Kaspersky Labs has raised a red flag against a new form of phishing emails. These emails use HTML file attachments to phish their targets. Although such emails started spiking in 2019, this technique has become a common form of phishing in 2022. Between January and April, Kaspersky detected more than 2 million phishing emails of this type.
Generally, phishing uses fake web pages and email attachments to trick their victims. To counter such attacks, security software scans incoming emails and blocks those with suspicious content. But, with this new technique, such emails can evade detection by security software.
What is a Phishing Email?
A phishing email is a cyber attack that relies on deception to steal confidential information from users and organizations. Phishing victims are tricked into disclosing information that should be kept private. When a phishing email arrives, recipients have no reason to doubt the request. They believe that the party requesting the information – often posing as a familiar platform, a trusted vendor, colleague, or boss – is who they say they are. With the best intentions, phishing email victims respond without a second thought.
In phishing emails, cybercriminals often ask for the following information:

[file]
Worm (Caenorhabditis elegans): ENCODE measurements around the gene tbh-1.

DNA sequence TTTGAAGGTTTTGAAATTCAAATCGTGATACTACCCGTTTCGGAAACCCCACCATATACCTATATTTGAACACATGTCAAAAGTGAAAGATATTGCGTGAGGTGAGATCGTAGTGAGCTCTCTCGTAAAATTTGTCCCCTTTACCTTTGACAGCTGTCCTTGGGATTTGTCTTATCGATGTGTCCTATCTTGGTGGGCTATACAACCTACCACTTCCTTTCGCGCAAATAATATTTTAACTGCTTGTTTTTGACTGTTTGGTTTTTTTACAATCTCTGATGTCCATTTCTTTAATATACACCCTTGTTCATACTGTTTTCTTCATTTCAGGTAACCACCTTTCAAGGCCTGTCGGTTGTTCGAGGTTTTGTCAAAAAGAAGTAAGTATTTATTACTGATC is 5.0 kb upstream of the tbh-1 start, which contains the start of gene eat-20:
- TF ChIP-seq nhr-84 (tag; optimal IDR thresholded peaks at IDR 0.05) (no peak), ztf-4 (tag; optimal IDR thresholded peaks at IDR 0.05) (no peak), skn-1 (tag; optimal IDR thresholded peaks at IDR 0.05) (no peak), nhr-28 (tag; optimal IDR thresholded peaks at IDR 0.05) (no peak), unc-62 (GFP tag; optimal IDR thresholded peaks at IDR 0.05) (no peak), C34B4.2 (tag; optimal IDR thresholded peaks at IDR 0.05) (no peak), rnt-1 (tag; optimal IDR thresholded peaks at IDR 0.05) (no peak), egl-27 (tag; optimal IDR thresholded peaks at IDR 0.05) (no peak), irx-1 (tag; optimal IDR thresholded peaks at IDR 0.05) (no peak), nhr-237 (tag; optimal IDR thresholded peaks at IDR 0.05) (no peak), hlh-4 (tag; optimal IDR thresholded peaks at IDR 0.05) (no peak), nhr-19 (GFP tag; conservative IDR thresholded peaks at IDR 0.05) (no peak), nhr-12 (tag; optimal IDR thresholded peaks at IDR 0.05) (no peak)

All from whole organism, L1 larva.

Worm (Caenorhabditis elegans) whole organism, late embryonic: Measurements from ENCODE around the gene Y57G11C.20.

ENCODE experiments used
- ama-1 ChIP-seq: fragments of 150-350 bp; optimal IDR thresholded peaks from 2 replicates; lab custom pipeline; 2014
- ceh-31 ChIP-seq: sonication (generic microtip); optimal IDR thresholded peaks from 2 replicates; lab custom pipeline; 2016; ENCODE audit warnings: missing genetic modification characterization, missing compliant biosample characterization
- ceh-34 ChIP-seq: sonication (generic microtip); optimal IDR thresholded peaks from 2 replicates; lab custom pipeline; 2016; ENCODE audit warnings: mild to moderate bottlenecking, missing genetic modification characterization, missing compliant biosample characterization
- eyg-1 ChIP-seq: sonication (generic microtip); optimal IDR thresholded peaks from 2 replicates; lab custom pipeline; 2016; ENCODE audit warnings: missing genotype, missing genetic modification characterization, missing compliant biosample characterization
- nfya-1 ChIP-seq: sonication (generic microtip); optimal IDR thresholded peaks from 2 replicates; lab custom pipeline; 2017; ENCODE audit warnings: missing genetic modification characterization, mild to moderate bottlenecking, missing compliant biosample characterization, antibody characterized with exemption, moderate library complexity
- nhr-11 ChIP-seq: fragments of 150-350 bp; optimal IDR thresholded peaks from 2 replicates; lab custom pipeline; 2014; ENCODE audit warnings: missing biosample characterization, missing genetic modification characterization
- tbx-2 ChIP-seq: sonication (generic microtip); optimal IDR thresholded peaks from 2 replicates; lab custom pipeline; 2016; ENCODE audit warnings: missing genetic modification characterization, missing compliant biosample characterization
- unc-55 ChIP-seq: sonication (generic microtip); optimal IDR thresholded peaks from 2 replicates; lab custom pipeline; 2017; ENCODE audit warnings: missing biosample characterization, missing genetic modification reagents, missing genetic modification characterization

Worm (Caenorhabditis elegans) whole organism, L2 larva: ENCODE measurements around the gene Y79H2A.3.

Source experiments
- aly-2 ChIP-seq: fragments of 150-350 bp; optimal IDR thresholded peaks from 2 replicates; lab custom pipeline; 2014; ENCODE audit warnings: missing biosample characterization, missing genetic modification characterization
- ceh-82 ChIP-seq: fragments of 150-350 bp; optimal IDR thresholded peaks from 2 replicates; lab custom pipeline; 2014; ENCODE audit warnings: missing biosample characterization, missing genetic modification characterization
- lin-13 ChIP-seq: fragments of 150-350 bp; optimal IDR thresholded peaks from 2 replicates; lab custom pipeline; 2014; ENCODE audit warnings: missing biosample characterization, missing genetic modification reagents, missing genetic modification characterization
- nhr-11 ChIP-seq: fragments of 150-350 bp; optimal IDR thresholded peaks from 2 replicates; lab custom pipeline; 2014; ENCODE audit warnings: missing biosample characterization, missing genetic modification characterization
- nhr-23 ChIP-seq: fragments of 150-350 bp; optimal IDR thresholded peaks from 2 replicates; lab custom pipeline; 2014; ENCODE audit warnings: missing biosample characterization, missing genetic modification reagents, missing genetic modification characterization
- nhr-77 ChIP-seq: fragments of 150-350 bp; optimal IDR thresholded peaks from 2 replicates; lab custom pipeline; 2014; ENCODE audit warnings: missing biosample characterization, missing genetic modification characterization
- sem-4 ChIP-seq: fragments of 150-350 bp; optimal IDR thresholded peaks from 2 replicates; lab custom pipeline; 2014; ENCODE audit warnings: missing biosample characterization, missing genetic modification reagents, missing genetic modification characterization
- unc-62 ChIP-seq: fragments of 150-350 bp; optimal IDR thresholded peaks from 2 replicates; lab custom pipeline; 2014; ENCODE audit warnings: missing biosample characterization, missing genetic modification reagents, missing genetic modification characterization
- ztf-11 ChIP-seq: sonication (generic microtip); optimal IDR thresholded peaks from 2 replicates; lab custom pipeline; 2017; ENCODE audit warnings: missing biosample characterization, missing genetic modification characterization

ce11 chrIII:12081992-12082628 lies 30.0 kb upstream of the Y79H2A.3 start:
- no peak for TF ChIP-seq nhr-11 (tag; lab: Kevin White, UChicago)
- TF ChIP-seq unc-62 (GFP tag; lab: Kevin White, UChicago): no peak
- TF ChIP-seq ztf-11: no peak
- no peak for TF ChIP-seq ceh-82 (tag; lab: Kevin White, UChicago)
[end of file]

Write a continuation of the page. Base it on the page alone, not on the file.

- Date of birth
- Social security number
- Phone number
- Home address
- Credit card details
- Login details
- Password (or other information needed to reset your password)
Cybercriminals then use this information to impersonate you and apply for credit cards or loans, open bank accounts, and commit other fraudulent acts.
How to recognize a phishing email
Mismatched Email Addresses: The displayed name might look legitimate, but the actual email address may be a jumbled mix of characters or slightly altered from the official domain.
Suspicious Links: Hover over any links without clicking on them. This will display the link’s destination URL. If it looks suspicious or doesn’t match the purported sender’s website, it’s likely a phishing attempt.
Poor Grammar and Spelling: While not always a definite sign, many phishing emails contain misspellings, poor grammar, or awkward phrasing.
Generic Greetings: Phishing emails often use generic greetings like “Dear customer” instead of your actual name.
Request for Personal Information: Legitimate companies will never request sensitive information, like passwords or social security numbers, via email.